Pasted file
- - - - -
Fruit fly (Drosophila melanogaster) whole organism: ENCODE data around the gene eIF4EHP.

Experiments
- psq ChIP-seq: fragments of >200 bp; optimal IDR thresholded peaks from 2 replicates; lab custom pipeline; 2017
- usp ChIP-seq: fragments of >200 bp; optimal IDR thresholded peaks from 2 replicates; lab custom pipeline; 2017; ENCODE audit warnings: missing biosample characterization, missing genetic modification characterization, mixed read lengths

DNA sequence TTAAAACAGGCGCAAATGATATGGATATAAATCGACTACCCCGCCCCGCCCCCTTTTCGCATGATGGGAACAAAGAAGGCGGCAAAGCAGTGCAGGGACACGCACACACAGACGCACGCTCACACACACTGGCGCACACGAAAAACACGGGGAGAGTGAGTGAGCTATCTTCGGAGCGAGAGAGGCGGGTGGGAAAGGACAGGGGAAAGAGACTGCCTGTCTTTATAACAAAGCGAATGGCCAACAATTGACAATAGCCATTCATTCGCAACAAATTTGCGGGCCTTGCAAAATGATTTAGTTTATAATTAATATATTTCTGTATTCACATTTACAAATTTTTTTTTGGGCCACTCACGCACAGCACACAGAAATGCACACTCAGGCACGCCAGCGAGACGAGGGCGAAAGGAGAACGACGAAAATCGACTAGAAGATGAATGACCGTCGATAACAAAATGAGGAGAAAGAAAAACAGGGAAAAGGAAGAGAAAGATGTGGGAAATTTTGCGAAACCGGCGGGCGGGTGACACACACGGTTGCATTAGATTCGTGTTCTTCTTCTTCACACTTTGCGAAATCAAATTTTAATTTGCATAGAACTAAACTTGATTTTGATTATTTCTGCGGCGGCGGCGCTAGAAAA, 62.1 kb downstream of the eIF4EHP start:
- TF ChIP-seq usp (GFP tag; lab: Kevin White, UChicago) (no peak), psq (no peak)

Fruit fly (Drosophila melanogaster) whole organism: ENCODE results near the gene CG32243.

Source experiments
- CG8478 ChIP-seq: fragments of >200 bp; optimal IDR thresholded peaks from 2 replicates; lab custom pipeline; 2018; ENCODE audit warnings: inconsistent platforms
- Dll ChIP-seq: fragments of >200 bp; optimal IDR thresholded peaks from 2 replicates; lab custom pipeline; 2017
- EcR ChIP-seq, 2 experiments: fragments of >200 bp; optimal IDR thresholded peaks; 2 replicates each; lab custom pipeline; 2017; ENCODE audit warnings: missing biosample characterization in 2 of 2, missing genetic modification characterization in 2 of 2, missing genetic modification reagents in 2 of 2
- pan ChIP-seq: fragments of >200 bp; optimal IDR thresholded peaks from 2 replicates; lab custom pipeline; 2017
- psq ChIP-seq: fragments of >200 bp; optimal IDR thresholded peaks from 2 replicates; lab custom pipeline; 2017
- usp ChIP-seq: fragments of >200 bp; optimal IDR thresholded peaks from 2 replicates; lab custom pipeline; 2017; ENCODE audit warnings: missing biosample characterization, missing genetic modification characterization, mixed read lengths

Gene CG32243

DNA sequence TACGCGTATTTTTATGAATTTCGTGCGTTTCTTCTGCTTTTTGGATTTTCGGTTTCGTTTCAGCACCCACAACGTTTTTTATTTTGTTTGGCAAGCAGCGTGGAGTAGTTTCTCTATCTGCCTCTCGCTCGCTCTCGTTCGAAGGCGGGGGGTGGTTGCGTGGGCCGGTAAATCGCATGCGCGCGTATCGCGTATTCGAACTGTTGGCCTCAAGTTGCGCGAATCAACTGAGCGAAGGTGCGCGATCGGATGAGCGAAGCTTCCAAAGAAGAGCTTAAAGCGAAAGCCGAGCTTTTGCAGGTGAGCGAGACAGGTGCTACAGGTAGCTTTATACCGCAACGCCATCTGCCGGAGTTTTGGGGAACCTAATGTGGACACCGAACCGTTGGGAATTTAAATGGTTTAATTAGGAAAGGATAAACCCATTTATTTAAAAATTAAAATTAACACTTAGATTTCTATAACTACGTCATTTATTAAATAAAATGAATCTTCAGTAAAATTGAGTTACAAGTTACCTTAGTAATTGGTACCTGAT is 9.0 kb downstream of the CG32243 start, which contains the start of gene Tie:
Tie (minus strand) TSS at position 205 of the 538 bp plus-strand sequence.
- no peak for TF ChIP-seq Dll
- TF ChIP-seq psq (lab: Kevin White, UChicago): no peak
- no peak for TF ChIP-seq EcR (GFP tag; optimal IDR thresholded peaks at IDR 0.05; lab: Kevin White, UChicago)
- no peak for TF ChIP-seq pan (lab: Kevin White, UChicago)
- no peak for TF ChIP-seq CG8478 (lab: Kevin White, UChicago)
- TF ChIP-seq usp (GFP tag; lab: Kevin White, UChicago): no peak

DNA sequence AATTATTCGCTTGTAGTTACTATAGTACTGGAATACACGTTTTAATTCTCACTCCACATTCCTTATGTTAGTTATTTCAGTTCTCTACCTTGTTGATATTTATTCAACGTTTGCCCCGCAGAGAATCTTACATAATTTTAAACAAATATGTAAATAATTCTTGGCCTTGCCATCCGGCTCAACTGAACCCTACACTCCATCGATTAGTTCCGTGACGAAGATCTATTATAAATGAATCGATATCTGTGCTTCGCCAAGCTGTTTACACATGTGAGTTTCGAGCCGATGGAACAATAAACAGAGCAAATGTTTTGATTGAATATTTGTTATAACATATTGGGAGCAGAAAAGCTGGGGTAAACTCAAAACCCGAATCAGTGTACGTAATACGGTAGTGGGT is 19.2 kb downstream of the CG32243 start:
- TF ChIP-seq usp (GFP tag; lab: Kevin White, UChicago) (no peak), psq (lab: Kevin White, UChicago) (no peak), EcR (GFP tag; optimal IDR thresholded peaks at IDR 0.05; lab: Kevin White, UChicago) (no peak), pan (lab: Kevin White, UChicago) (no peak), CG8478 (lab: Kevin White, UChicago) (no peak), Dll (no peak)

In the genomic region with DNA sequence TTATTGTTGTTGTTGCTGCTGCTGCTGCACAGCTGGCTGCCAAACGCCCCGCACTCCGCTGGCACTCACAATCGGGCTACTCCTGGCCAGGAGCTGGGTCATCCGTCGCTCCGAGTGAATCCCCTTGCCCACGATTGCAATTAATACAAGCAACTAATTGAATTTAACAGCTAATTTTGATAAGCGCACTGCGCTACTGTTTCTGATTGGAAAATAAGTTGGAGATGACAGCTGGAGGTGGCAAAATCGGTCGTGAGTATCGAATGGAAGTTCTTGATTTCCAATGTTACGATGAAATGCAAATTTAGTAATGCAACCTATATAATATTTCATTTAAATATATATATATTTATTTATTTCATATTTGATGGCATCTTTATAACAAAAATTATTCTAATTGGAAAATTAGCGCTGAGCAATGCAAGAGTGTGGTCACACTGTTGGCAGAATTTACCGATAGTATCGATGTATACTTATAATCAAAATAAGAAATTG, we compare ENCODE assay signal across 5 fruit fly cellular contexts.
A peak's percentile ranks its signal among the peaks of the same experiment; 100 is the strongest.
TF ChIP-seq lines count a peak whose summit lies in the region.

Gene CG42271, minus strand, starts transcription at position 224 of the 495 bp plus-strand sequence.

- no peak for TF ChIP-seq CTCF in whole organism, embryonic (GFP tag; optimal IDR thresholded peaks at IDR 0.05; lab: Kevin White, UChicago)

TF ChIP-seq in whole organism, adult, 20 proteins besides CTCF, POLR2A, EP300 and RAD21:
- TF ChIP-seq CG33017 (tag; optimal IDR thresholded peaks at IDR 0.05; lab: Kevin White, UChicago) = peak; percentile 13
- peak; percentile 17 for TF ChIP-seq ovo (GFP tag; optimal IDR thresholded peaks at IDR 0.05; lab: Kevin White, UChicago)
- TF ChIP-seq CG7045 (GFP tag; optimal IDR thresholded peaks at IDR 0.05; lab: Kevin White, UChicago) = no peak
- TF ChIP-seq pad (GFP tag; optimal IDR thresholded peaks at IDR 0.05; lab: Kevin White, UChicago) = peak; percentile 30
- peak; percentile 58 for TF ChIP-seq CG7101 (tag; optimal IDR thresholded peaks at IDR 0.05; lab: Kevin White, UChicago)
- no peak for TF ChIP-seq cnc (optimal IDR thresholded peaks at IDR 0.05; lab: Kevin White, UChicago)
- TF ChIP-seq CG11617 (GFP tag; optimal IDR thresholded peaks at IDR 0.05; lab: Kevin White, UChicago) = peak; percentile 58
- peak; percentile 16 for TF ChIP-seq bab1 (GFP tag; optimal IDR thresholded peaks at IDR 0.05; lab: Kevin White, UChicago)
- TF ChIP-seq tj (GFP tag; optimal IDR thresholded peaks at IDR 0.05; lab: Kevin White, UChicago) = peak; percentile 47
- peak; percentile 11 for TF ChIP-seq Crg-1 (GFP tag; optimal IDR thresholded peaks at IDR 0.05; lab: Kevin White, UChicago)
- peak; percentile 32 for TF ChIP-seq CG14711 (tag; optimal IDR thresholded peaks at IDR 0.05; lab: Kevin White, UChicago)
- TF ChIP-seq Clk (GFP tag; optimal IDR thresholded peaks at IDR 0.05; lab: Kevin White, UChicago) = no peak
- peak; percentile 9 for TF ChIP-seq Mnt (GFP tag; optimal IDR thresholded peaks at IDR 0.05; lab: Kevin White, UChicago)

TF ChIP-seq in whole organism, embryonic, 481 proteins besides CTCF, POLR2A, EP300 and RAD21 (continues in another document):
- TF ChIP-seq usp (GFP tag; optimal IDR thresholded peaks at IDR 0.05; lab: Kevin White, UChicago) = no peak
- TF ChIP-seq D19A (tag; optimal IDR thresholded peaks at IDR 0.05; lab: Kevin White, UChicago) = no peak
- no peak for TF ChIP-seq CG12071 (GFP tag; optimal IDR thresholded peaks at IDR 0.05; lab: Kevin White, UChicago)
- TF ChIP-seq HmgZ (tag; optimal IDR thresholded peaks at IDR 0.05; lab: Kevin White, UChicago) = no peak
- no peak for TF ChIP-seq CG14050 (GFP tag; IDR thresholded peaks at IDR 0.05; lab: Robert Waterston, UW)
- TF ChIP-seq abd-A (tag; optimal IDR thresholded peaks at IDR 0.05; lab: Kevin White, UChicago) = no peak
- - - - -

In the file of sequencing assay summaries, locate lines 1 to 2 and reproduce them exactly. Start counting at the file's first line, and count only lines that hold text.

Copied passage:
Fruit fly (Drosophila melanogaster) whole organism: ENCODE data around the gene eIF4EHP.

Experiments